Black and minority ethnic (BME) representation at the top levels of nursing have worsened over the past ten years, a former NHS chief executive has claimed.
Just five of the 195 NHS directors of nursing in England are black, adding up to just 2.6%.
Department of Health figures show there are 180 white nursing directors, and ten have not stated their ethnicity.
However, a fifth (20%) of nurses in England are from a BME background, and 14% of England’s population is BME.
Lord Nigel Crisp addressed the House of Lords to raise the profile of what he considers to be a big issue.
He said: “If the NHS is going to serve people well, we need to make the best of everyone and the talent of all NHS staff. I feel we are not getting the best out of BME staff.”
Lord Crisp launched an action plan in 2004 which included a call for all NHS chief executives to mentor a member of BME staff, aiming to boost the career prospects of BME nurses. But he feels that ten years on, not much has changed.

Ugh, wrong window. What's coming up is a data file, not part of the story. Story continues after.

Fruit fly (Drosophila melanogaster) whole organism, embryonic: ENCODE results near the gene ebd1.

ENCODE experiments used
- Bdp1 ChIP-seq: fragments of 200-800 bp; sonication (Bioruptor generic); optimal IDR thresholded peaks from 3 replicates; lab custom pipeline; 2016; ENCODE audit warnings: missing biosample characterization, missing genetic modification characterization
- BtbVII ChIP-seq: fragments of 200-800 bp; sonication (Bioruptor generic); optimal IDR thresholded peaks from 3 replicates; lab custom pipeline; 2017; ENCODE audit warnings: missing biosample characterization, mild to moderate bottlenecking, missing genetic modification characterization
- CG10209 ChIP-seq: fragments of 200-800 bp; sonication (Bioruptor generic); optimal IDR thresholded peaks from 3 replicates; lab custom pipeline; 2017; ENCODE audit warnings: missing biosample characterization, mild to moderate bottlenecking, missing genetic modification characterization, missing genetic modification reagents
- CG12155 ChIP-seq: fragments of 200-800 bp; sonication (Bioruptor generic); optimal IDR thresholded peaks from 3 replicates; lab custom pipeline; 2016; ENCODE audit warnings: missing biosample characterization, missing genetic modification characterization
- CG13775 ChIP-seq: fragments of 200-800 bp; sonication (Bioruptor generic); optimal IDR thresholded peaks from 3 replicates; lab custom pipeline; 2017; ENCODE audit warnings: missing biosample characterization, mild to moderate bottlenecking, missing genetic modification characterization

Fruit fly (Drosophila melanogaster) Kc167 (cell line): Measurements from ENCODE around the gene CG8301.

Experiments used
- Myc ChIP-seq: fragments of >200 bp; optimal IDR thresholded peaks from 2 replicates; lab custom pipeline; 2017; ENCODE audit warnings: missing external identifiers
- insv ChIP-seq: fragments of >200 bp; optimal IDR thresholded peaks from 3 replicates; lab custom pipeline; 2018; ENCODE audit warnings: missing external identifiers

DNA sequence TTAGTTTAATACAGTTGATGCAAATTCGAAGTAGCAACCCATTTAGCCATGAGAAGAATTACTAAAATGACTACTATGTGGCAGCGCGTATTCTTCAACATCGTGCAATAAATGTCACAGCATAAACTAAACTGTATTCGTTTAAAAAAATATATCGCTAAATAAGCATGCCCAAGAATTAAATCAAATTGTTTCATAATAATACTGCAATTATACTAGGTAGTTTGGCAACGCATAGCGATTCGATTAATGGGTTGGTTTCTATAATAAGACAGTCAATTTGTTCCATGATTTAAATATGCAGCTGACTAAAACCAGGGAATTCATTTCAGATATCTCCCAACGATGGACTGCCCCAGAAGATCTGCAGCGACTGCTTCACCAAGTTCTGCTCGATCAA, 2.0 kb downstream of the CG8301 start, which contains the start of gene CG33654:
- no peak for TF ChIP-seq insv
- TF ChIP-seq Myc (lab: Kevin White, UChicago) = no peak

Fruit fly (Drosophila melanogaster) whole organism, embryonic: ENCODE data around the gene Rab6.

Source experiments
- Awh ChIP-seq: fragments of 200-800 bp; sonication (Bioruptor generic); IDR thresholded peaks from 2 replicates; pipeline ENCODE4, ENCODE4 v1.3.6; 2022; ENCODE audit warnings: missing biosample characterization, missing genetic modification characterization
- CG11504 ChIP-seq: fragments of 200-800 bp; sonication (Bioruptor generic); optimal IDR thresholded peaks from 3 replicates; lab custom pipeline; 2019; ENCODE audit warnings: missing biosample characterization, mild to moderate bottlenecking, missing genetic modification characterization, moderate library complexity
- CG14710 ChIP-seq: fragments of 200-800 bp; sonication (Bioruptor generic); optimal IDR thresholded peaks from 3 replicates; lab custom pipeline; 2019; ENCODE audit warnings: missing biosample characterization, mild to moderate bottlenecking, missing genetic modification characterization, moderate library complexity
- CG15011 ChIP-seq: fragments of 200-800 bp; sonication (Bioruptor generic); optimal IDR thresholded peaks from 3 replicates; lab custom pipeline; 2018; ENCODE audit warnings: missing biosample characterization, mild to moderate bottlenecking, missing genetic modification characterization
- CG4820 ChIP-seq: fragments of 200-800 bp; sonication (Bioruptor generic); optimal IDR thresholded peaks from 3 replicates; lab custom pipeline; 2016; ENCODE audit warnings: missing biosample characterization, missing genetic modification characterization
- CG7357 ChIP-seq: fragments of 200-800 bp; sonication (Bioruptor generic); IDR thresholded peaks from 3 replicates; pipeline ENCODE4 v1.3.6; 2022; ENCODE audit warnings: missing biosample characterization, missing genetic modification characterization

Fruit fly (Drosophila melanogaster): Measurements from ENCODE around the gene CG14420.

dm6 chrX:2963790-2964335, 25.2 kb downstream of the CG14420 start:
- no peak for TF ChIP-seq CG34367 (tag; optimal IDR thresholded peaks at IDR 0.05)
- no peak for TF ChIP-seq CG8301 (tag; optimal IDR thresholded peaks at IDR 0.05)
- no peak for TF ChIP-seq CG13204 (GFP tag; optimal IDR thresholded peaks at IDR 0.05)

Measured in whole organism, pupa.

Dr Peter Carter, chief executive of the Royal College of Nursing said the failure of the NHS to make full use of BME nursing staff is “simply unacceptable”.
He said: “The NHS should be a champion of equality and fairness. Managers need to act now to promote equality in the workplace and ensure BME nurses are fully supported in accessing leadership programmes and taking on senior roles."